These days, most healthcare enterprises are somewhat in the dark when it comes to their application inventory. At best, they are manually keeping an Excel spread sheet of it. At worst, they have little idea what they have, what the applications can do, if they’re duplicates, how secure they are and how much they cost, says Dr. Shelly Disser, vice president of solution delivery at MediQuant. In this edition of healthsystemCIO’s Partner Perspective Series, Anthony Guerra, editor-in-chief and founder, speaks with Disser on how COVID (along with mergers and acquisitions), has contributed to healthcare organizations’ struggles with application management and rationalization.
What seems to be missing is one master list and understanding what your whole footprint looks like and getting a common dialogue and a common set of verbiage around the vendors, their systems, their business and technical purposes.
Instead of it becoming something that your IT department can own and maintain long-term, that Excel spread sheet gets stuffed in a virtual file drawer somewhere and it doesn’t get updated.
It’s something that’s going to catch up with you – that’s the problem. It’s like sneaking that little piece of cake every day and not writing it in your diet journal.
Guerra: Shelly, thanks for joining me.
Disser: Thank you for having me.
Guerra: You want to start out by telling me a little bit about your organization and your role there?
Disser: I work for a company called MediQuant. We are a data storage company. We store data for systems that hospitals have replaced or retired over the years because obviously the data has a lot of long-term value and a lot of long-term use cases that might outlive their source application. My primary role here is vice president of solution delivery. I interact with our customers on their projects and archiving programs, and tangentially, we have a lot of exposure to application management in our customer base.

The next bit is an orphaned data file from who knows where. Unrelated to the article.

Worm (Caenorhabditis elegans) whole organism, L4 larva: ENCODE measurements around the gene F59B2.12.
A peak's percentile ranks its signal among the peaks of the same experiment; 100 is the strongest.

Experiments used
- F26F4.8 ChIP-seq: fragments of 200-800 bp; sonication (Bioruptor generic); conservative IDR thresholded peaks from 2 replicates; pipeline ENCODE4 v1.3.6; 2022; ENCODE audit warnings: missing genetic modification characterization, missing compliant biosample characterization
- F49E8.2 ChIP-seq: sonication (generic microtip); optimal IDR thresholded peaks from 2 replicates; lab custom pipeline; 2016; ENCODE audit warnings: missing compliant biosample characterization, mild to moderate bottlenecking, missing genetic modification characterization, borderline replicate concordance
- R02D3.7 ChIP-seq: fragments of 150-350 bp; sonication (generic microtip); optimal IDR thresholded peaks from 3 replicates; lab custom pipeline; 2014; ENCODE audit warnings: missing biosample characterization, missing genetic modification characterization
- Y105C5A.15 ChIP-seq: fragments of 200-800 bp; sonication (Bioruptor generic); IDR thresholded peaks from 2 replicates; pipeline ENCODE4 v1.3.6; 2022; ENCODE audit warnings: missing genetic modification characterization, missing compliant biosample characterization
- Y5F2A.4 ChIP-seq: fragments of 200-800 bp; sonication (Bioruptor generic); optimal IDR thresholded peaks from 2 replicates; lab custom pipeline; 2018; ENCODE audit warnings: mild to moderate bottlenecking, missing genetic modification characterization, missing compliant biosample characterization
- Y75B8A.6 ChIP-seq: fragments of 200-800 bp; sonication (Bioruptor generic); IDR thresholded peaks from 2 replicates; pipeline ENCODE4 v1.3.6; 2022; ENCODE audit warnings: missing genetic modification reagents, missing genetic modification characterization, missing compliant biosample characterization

Guerra: The core issue we’re going to be talking about today is application rationalization. I know from my interviews over the years, this is a huge issue. Large health systems are dealing with applications numbering in the hundreds. There is a lot of redundancy, and there are a lot of things getting bought without going through proper channels. It’s one of those out-of-control kind of issues that’s hard to get your arms around and hard to put the brakes on. It’s like a runaway train. From your point of view, what do you think is going on around this issue?
Disser: MediQuant gets invited to come into healthcare systems and help them determine what they can do with some of the old systems that they’re no longer running. Often that leads to conversations and findings on many other systems that they didn’t even know they were running. Suddenly, it becomes part of this “what-do-I-do-with-it” list. It’s become apparent over the years that despite the best of intentions and a lot of business and best practices published by IT organizations, hospitals struggle with having an inventory they can manage. They lack knowledge about their application inventory or that knowledge isn’t complete. They need to know everything that they’re responsible for as an enterprise—from contractual obligations to what people are actually using and what they’re using it for—all the way through what kind of data they have in it, and the security exposure to some of those systems. Our customers are struggling. There’s a large push for HITRUST and a lot of other compliance entities coming in. Application inventory is becoming one of the larger pain points for our customer base.